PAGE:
“There was a Young man called Wally
who went hunting crags in Stradbally
though he looked up and around
that crag couldn’t be found
it had gone for the day to Offaly” …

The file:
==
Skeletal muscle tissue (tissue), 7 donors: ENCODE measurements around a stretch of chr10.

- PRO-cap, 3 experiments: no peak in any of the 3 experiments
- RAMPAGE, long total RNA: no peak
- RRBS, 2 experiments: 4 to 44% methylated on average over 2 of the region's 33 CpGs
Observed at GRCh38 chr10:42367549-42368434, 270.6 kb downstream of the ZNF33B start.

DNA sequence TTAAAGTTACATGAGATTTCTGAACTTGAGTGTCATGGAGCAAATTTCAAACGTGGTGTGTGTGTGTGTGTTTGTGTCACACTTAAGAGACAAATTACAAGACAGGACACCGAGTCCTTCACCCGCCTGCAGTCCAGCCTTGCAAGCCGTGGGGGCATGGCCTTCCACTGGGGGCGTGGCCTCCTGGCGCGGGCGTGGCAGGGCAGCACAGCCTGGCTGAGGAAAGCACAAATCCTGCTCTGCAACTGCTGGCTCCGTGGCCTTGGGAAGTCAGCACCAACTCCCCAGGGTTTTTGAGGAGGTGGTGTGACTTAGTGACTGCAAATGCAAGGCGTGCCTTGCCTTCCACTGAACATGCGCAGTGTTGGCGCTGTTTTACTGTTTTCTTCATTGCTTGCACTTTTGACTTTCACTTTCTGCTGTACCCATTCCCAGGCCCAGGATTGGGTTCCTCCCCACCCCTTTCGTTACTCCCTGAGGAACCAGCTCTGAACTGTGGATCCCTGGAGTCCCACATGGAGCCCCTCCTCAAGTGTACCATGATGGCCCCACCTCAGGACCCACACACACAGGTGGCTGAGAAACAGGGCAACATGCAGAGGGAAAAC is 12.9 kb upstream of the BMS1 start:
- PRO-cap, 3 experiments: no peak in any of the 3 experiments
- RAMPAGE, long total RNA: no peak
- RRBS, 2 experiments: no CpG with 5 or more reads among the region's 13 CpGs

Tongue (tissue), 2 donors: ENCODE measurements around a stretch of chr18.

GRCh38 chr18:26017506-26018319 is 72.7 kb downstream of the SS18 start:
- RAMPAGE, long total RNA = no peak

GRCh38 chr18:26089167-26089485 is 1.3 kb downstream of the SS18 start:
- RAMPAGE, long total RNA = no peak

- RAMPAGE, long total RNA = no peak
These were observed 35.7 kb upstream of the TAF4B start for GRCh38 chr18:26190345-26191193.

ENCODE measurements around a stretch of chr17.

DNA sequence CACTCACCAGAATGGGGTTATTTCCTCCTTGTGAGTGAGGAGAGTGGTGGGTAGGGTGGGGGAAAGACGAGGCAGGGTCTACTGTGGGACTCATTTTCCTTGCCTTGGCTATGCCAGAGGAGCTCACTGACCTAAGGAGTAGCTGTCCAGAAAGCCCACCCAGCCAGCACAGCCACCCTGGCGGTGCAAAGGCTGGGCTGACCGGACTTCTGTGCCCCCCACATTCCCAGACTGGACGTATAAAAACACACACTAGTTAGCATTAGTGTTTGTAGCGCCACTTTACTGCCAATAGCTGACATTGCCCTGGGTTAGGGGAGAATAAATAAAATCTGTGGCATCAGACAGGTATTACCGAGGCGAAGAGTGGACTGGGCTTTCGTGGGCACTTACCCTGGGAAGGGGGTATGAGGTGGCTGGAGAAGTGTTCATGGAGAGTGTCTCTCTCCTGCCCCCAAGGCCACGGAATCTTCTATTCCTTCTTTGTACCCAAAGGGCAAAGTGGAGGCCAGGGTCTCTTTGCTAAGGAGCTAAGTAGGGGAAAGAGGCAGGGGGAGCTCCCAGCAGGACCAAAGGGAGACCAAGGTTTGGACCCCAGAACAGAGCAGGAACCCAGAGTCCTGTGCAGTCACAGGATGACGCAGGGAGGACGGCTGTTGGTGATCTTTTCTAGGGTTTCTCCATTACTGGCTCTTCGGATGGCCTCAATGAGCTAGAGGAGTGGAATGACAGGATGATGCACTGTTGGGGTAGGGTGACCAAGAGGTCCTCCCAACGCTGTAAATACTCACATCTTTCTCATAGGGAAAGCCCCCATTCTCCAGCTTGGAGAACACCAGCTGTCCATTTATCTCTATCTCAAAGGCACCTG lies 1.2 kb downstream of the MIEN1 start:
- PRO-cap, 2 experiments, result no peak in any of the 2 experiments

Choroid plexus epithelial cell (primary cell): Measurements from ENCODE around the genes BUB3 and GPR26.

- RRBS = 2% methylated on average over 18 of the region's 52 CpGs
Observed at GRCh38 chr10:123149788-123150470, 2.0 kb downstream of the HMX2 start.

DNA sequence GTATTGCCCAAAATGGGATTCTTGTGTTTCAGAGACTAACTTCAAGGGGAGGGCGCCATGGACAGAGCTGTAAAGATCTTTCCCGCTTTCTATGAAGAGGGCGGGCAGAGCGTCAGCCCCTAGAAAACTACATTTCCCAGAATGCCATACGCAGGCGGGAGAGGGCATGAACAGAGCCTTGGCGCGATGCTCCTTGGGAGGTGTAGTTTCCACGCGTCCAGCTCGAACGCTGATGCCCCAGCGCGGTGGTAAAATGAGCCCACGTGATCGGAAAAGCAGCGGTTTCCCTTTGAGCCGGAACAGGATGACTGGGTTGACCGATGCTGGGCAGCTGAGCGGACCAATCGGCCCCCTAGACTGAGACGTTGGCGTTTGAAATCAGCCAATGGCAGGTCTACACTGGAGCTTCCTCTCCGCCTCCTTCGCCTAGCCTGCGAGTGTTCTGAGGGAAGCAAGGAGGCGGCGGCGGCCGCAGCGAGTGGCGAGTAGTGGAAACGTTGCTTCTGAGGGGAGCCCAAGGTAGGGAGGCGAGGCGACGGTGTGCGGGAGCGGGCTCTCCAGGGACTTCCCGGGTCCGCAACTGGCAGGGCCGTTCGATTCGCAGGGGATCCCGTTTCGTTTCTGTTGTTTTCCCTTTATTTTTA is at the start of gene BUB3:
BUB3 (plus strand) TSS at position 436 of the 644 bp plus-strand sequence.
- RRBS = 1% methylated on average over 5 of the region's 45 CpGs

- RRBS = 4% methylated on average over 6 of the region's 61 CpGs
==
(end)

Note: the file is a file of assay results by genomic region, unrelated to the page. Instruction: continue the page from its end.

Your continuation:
Both Aonghus O’Cléirigh and Wally Young were anxious to improve the selection process for WOC teams … there was a report on the 1983 World Championships in Hungary where only Wally Young and Eileen Loughman made it through to the final … Norway finished 1-2-3-4 in the men’s race. This was the first time that qualification races were used to select runners for the finals. The Irish relay teams finished 18th and 15th … National Orienteering Day was on September 25th … John McCullough gave yet another report on the 1983 Swedish O-Ringen in Smaland where Aonghus ÓCléirigh won the H21A class on Day 5 … the World Military Championships was to be in Brazil in November … the IOA organised a course planning competition … the first seven teams at the Tio Mila overnight relay in Sweden finish within 48 seconds of one another after 13 hours of racing. Finland’s Kalevan Rasti win … the inclusion of Ski Orienteering as a demonstration sport at the 1988 Winter Olympics in Canada is threatened by Curling … IOA Juniors Officer Larry Roe was encouraging schools to make O-maps of their grounds … IOA were running a development conference in October in Kilkenny… Plassey Orienteers (PLO) ran a relay event at Foynes, Co. Limerick … and ECO ran an event on their new map of Fauna, near Donard in Co. Wicklow, which another club had been mapping under a different name, little suspecting that two maps were being made at the same time until the two groups of surveyors met in the forest. “What are you doing here?” “Making a map. I might ask you the same question …”.